A team of scientists are currently studying the remains of a 17 million year old beaked whale that was approximately 22 foot long. According to the researchers, the prehistoric whale, which swam in an African river millions of years ago, may offer some clues regarding the climate changes that were responsible for shaping human evolution.
The 17 million year old whale fossil consists of a fossilized beak and a piece of the jaw bone, and has been missing for more than 30 years.
According to a new study published in the journal Proceedings of the National Academy of Sciences, the fossils could help scientists determine when the East African Plateau began to rise. After detailed analysis, scientists believe it started to rise at least 17 million years ago.
Louis Jacobs, one of the lead authors of the new study, explained that the whale fossils reveal many important things. Jacobs, who is a paleontologist at Southern Methodist University in Dallas, says that the whale can offer hints on the starting point of the uplift that brought severe changes to the climate, which led to the appearance of humans.
Jacobs calls the new findings “amazing” because they can shed new light on understanding human evolution.
Jacobs says he has been looking for this special whale fossil since the 1980s, when he was a paleontologist at the National Museums of Kenya.
He had found out about the fossil after reading about it in a 1975 scientific paper. The whale fossils were first discovered in 1964.
Jacobs would try to locate the fossils every time he visited Nairobi, Washington or Harvard, he researcher recounts.
According to the paleontologist, the fossils were very hard to find because they were covered by a plaster jacket, which made it impossible to see it. Jacobs suspects that no one really knew what was under that plaster jacket so the fossils remained among other collections for many years.
Finally, the fossils were discovered by a Harvard researcher who thought of cutting through the protective jacket, right before leaving to look for it in Kenya, in 2011.
Jacobs and his team of scientists then had the fossils scanned and analyzed, before contacting Henry Wichura, a structural geologist from the University of Potsdam in Germany.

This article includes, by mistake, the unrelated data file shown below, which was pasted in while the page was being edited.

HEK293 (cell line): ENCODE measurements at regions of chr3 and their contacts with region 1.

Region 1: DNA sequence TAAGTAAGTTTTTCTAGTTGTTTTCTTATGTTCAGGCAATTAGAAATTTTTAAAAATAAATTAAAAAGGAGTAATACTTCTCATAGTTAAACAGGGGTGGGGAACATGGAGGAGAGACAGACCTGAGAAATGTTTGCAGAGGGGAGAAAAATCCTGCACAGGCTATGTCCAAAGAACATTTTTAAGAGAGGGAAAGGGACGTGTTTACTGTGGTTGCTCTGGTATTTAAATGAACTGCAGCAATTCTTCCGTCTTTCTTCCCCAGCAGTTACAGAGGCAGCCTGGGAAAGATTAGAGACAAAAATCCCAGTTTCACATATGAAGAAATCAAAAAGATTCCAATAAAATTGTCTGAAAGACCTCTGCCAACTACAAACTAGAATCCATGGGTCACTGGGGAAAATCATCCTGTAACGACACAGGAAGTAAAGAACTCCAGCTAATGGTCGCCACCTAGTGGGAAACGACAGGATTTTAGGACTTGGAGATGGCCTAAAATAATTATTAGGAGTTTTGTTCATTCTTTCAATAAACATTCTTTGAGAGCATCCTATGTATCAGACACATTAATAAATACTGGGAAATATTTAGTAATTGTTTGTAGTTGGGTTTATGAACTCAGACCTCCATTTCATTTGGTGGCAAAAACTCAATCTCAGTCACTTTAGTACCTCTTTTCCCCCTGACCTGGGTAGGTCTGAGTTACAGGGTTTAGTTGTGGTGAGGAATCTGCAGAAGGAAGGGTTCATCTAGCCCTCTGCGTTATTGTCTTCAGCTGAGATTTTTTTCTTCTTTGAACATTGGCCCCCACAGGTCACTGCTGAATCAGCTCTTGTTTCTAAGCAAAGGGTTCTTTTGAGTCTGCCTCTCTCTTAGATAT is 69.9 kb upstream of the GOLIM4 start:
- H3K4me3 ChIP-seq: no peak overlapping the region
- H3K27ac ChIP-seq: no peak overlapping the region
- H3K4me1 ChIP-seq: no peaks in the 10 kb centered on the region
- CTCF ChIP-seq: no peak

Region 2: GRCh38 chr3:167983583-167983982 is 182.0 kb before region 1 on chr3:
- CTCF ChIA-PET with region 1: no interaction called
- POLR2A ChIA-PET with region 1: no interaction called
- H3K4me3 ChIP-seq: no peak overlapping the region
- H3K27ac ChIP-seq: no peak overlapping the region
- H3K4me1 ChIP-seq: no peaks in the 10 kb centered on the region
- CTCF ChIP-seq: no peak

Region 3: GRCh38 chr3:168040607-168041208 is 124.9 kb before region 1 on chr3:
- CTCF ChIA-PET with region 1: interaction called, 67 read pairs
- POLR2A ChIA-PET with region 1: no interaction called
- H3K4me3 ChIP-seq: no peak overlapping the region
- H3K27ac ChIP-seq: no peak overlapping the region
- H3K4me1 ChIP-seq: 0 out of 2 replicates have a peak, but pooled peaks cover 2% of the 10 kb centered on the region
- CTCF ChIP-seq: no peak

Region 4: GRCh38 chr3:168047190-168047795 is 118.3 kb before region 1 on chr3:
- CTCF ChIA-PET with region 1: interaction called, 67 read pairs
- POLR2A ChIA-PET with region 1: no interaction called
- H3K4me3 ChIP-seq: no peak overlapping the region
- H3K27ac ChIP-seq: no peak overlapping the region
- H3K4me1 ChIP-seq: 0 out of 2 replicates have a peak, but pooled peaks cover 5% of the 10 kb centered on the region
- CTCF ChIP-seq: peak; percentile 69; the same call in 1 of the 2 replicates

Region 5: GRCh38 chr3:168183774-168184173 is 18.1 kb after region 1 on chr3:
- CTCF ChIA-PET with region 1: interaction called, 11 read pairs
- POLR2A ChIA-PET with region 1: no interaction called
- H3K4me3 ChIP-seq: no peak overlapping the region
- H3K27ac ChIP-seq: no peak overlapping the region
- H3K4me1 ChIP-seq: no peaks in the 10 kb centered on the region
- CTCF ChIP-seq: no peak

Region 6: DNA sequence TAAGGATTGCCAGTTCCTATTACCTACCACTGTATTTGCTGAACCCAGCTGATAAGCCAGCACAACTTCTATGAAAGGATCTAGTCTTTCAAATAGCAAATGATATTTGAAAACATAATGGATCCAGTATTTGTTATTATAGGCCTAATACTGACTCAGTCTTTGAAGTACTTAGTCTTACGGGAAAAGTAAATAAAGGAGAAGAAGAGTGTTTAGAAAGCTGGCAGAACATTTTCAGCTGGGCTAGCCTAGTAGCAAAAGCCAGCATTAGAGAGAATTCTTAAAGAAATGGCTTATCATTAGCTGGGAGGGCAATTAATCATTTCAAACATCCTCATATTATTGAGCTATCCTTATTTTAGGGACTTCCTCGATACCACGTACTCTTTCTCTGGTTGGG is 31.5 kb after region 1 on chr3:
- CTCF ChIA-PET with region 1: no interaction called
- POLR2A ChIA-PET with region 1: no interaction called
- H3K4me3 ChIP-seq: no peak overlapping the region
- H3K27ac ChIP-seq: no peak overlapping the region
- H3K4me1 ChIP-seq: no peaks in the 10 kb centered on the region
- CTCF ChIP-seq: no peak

Wichura had been studying the plateau region for many years trying to determine when this started to rise for the first time.
According to him, there is evidence of rivers and lava flowing eastward from the highest points on the plateau, more than 13 million years ago.
Wichura said that the only thing missing was the geological evidence of the starting point. The researcher explains that this does not exist in this area, at least not from a geological point of view.
He explains the reason for this, saying that the multiple forces are responsible for shaping the area.
There is a hot spot inside the Earth’s mantle that is responsible for pushing up a very large area of the eastern side of Africa. This happened while the crust was being fractured by rifts from the tectonic forces.
The scientists used Mead’s notes to determine exactly where the whale fossils had been unearthed. It was very important for them to find out at what elevation the fossils were located. It turned out they were more than 2,000 feet above sea level.
When they gathered this information, the researchers started to search for incidents involving whales that had swum upriver from the sea.
Jacobs believes that the river had to be a large one with a low gradient and whale had to swim a long way up to in order to succeed.
Based on the collected data, including the sea level and the way Africa was shaped millions of years ago, the whale must have traveled approximately 372 to 559 miles, from the Indian Ocean, which would have brought it to an elevation level of 78 to 121 feet.
The authors of the study estimate that the area must have risen at least 1,935 feet in order to reach its present level of elevation.
The whale’s fossilized bones were discovered buried under thick layers of sediment, which were covered in lava flow that came from a volcano erupting more than 17 million years ago.
Image Source: sciencenews
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